The first 7 minutes of exposure to a new language - University of York

By Leo Parker,2014-01-29 06:35
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    Department of Education

    Centre for Language Learning Research

The first 7 minutes of exposure to a new language

Leah Roberts


    How do you break into a new and unknown language from scratch when you have no help? More specifically, how do you extract word-related information from the incoming string when this is a stream of sustained speech? This complex task, part of what Klein (1986: 59) calls the learner’s ‘problem of

    analysis’, consists of at least three components. First, a learner must segment the continuous speech stream to identify relevant sound strings as 'words'. Since speech does not come with well defined-

    breaks between words in the acoustic signal corresponding to spaces between written words, the ‘segmentation problem’ is a challenging task for learners. Second, the learner must identify relevant

    meaning from the context and map it onto the identified sound strings. The ‘mapping problem’ is equally challenging, as illustrated by Quine's well-known problem of referential indeterminacy (Quine 1960). On

    hearing 'gavagai' in a context in which a rabbit is present, the learner must determine whether the form refers to the bunny's nose, its fur, the whole animal, its mode of movement or something completely

    different (see also N. C. Ellis 2005). Finally, the learner must generalise beyond the exemplars found in the input to novel items and form linguistic categories. Although these processes constitute the crucial first steps in all language learning, surprisingly little is known about how adult untutored learners of a second language (L2) go about this complex task ‘in the wild’. Moreover, most acquisition research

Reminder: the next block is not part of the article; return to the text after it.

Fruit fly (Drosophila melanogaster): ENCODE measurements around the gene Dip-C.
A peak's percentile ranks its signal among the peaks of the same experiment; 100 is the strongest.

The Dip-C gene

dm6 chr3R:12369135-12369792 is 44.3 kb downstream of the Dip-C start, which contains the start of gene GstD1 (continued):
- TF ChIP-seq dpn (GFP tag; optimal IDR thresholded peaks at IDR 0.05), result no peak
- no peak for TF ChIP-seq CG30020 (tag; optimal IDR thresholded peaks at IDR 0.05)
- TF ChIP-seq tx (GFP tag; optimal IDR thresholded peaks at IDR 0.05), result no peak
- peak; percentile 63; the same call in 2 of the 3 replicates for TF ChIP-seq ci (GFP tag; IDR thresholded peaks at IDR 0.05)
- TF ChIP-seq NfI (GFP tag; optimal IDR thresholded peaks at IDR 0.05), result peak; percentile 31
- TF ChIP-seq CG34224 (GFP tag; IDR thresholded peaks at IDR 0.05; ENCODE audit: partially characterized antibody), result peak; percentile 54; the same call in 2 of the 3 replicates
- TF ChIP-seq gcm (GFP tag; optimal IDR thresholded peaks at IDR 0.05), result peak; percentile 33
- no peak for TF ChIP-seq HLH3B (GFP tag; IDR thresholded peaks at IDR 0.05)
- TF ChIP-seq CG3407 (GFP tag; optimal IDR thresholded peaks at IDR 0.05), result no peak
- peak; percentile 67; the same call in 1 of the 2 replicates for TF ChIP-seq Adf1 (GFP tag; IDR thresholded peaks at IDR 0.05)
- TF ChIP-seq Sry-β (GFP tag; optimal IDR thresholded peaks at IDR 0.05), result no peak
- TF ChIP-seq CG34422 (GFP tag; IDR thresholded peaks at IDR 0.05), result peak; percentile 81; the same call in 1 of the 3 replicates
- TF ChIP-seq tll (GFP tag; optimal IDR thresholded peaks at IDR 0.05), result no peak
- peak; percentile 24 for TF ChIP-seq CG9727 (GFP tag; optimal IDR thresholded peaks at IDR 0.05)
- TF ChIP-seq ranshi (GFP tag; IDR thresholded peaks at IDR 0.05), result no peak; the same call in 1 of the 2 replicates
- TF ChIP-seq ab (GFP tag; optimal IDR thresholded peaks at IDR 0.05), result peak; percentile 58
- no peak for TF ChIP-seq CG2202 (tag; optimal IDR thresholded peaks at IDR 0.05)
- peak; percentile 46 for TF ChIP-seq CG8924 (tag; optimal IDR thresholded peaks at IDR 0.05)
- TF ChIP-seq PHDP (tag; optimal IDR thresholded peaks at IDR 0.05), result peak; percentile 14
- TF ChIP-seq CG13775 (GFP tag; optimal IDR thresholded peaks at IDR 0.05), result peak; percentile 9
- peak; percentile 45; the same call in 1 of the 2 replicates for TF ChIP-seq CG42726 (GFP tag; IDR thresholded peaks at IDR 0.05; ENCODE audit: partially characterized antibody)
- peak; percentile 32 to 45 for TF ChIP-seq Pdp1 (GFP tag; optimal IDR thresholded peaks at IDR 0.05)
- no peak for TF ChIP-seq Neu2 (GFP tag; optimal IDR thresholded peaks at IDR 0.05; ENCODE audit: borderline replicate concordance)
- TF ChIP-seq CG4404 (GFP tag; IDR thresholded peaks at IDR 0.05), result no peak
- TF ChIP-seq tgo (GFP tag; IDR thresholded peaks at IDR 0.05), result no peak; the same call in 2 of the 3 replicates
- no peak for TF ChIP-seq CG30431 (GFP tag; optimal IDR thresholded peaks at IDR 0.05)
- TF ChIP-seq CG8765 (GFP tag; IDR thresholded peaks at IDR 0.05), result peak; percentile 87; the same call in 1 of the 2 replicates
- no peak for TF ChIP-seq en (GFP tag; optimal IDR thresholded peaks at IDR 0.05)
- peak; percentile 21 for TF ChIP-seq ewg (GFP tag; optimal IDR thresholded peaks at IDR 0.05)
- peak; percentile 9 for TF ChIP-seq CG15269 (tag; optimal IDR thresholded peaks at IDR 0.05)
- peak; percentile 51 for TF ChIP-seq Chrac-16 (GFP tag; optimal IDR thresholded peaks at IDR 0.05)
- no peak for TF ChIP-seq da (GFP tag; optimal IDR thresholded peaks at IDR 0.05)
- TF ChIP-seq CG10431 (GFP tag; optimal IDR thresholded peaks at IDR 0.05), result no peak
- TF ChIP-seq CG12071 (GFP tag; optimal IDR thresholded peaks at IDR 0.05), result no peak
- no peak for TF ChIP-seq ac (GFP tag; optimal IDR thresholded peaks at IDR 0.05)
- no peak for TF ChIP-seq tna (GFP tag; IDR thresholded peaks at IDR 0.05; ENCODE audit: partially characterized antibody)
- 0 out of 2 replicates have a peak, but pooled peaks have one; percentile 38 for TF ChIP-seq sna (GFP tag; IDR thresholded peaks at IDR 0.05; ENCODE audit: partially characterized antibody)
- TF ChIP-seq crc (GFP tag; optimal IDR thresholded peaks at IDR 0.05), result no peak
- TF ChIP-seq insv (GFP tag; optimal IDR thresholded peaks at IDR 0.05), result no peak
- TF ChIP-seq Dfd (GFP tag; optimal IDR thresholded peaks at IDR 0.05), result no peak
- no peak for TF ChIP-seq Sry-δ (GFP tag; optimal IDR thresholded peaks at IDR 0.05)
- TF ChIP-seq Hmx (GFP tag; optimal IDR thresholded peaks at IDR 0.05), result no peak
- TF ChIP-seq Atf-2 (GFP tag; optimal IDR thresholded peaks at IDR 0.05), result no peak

targets the third task, that is, the generalising and category formation. In this project, we focus on the first two stages of this critical language acquisition task.

Aims & Design

    Dutch participants who had no previous exposure to Mandarin were exposed to naturalistic but controlled audiovisual input in Mandarin Chinese in the form of a weather report, in which item frequency and gestural highlighting were manipulated. Different groups of Dutch participants undertook various tasks,

    including sound-to-meaning mapping, lexical decision and word recognition to investigate how much lexical and word-form knowledge learners can extract after minimal exposure.


    Nederlandse Organisatie voor Wetenschappelijk (NWO) awarded to Marianne Gullberg, Peter Indefrey and Wolfgang Klein.


Marianne Gullberg, Lund University

    Christine Dimroth, University of Osnabrük

    Peter Indefrey, University of Dusseldorf



    Department of Education

    Centre for Language Learning Research


    Roberts, L., Gullberg, M. & Dimroth, C. (in prep). What can adults learn about word forms in an unknown language after minimal exposure?

Gullberg, M., Roberts, L. & Dimroth, C. (2012). What lexical knowledge can adult learners acquire after

    minimal exposure to a new language? International Review of Applied Linguistics, 50(4).

    Gullberg, M., Roberts, L., Dimroth, C., Veroude, K. & Indefrey, P. (2010). The first seven minutes of exposure to an unknown language Language Learning, 60(supp1), 5-24.


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